I can assure you I was the only 12 year old in my Catholic grammar school who ever toted a copy of Fear and Loathing in Las Vegas to class. For this, I blame not only my insatiable need for attention, but also my older brother, ten years my senior and unusually attentive to his young sister’s cultural development. He had me on a diet of Hunter S. Thompson, Rolling Stone magazine, Leo Kottke, Mott the Hoople, and the films of Akira Kurasawa before I was in my teens.
As an adolescent I didn’t understand most of Thompson’s opus, but something about the tone of it really appealed to me. He had a Venus in Gemini’s rapier way with language ( it didn’t hurt that his Venus exactly conjoined my natal Moon; he was the funny valentine of my Gemini heart), and his sheer delight in wrestling words to the ground made me want to jump up and down and applaud wildly.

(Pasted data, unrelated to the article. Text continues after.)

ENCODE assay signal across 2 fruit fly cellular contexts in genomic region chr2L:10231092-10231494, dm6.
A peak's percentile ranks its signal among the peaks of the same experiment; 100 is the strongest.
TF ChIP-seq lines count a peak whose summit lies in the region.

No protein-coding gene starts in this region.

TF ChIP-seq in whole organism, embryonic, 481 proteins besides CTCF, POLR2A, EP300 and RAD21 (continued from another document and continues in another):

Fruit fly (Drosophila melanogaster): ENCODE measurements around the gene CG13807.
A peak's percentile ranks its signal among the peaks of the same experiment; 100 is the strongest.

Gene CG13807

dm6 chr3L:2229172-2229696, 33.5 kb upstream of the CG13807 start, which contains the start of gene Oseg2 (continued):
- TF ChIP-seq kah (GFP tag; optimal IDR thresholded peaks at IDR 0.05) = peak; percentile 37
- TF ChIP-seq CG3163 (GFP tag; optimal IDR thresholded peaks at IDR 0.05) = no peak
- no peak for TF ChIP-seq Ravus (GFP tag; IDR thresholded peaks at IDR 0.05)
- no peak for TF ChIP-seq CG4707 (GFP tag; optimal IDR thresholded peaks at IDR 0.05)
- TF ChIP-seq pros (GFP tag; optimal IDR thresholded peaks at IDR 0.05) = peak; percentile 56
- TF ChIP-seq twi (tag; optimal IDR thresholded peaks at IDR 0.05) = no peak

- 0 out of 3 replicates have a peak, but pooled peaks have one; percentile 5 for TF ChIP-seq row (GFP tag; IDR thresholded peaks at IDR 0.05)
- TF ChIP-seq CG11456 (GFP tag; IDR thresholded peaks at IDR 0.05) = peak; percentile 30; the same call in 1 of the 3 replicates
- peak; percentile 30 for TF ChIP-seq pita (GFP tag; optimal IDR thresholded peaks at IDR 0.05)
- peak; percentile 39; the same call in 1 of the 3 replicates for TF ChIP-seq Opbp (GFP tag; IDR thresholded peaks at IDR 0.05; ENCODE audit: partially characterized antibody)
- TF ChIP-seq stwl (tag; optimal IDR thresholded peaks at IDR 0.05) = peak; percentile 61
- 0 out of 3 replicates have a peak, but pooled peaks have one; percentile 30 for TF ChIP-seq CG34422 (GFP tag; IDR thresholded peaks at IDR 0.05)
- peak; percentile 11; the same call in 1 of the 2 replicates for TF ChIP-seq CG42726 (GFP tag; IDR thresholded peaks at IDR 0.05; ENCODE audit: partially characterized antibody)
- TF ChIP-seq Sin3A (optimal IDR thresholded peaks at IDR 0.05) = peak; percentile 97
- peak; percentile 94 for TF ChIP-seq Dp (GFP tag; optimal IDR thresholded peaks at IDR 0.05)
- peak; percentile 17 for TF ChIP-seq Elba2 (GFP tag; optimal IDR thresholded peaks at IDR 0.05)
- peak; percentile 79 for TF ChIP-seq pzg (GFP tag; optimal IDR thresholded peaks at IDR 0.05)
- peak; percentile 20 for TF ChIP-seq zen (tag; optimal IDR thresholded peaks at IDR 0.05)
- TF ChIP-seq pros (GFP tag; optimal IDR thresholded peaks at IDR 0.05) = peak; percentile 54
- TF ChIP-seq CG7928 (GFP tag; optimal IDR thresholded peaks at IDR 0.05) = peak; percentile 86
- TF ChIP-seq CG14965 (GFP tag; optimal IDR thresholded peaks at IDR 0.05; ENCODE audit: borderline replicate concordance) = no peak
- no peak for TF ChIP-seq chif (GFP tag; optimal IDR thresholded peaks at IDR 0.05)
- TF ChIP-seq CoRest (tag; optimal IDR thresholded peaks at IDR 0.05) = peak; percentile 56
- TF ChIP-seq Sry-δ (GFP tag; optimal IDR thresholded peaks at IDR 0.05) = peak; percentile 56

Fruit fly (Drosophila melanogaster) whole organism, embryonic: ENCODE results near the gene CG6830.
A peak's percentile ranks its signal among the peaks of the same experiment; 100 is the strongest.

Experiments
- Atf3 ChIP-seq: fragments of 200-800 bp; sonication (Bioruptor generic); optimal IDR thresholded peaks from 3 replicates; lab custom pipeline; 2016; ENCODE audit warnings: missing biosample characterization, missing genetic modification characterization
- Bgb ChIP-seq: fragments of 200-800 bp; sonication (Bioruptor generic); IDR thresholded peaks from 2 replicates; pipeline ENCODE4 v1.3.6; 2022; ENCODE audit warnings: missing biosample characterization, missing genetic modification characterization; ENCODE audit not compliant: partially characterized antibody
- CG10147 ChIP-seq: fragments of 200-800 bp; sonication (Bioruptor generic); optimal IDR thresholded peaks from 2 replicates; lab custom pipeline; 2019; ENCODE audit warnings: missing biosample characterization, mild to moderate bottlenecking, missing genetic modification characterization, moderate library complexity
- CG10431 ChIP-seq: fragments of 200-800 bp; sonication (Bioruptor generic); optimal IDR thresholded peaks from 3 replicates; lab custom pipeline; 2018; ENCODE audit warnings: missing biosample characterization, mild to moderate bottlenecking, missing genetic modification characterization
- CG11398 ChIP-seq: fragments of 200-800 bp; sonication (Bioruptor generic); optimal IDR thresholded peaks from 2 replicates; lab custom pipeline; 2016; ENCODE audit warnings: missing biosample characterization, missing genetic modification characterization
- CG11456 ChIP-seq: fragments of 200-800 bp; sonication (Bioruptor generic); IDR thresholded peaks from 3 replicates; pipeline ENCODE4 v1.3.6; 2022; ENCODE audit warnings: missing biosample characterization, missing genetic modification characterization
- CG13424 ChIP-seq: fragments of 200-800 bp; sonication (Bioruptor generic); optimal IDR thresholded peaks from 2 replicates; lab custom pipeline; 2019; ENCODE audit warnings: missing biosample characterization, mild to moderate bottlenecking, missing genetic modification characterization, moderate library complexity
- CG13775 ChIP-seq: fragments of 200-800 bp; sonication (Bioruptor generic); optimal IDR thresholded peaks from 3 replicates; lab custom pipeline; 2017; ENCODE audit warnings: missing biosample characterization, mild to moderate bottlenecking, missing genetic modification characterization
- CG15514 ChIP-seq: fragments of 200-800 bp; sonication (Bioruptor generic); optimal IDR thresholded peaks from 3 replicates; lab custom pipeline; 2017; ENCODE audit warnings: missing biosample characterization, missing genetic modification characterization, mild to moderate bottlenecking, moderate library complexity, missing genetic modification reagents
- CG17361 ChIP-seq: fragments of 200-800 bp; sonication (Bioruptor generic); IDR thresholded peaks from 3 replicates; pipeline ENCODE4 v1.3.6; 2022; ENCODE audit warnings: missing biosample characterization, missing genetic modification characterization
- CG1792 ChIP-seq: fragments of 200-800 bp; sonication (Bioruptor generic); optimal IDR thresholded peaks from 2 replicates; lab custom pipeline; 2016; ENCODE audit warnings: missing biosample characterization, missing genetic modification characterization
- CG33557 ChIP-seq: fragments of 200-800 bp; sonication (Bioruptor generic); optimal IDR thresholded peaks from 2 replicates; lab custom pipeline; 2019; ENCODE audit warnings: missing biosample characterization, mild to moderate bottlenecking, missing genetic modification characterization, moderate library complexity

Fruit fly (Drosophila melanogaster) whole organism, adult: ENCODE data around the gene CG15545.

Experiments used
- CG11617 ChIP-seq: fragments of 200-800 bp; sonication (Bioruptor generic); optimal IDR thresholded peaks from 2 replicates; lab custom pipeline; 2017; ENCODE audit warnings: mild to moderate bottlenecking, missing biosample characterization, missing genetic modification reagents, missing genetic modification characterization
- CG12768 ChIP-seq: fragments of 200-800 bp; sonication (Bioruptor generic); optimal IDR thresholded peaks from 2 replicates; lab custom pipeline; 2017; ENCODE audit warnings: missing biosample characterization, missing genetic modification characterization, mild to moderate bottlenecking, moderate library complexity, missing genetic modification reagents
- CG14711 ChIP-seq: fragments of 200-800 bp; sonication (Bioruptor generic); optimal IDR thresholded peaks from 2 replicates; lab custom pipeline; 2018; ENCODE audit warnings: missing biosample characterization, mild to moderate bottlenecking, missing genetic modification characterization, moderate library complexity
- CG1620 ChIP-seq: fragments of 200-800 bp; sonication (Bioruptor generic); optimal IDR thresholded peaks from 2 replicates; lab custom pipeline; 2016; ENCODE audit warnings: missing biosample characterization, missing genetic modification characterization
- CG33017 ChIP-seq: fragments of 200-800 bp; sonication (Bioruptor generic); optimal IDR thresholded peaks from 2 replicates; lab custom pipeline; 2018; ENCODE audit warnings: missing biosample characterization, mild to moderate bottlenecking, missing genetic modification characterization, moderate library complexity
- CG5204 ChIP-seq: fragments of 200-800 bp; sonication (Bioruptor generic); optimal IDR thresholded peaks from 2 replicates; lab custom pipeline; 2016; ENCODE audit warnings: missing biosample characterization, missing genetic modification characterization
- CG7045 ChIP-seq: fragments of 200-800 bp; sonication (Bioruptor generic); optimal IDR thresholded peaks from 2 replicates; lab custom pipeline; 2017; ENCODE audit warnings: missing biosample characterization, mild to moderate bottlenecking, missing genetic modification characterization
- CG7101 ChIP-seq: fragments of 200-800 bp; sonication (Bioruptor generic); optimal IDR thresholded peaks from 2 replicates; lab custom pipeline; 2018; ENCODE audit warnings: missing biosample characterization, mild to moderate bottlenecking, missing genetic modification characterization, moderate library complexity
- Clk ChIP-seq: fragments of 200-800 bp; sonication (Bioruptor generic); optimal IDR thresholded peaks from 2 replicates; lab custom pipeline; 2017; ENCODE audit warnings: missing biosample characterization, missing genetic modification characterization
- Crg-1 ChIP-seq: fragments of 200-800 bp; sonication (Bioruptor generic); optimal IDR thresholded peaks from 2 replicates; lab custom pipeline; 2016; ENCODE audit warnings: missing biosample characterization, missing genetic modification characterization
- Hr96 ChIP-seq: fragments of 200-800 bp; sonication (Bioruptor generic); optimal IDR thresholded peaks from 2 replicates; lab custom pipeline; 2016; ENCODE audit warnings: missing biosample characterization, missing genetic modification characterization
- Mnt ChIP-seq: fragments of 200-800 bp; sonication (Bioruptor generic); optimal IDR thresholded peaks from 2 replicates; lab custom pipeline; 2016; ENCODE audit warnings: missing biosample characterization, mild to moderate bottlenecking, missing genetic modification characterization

Thirty years later, I had more or less forgotten about Thompson until I read his merry screed against the Bush administration, published just a few days before the election. This time I did jump up and down and clap, and made sure to forward the link to my brother with the subject line, “Kerry gets the Gonzo vote!” Good times.
Nobody seems to know why Hunter S. Thompson killed himself on Sunday. I couldn’t sleep and got up to watch TV in the middle of the night, and there was the news: Hunter S. Thompson, mortal gunshot wound… I was so stunned that my initial response was, “But… is he alive?” Because geez, he was not that old, and his writing was vibrant, and he seemed utterly untamed and full of piss as ever. My 4 am mind simply couldn’t wrap itself around the twin concepts of “Hunter S. Thompson” and “mortal.” It’s not having much more luck two days later and wide awake.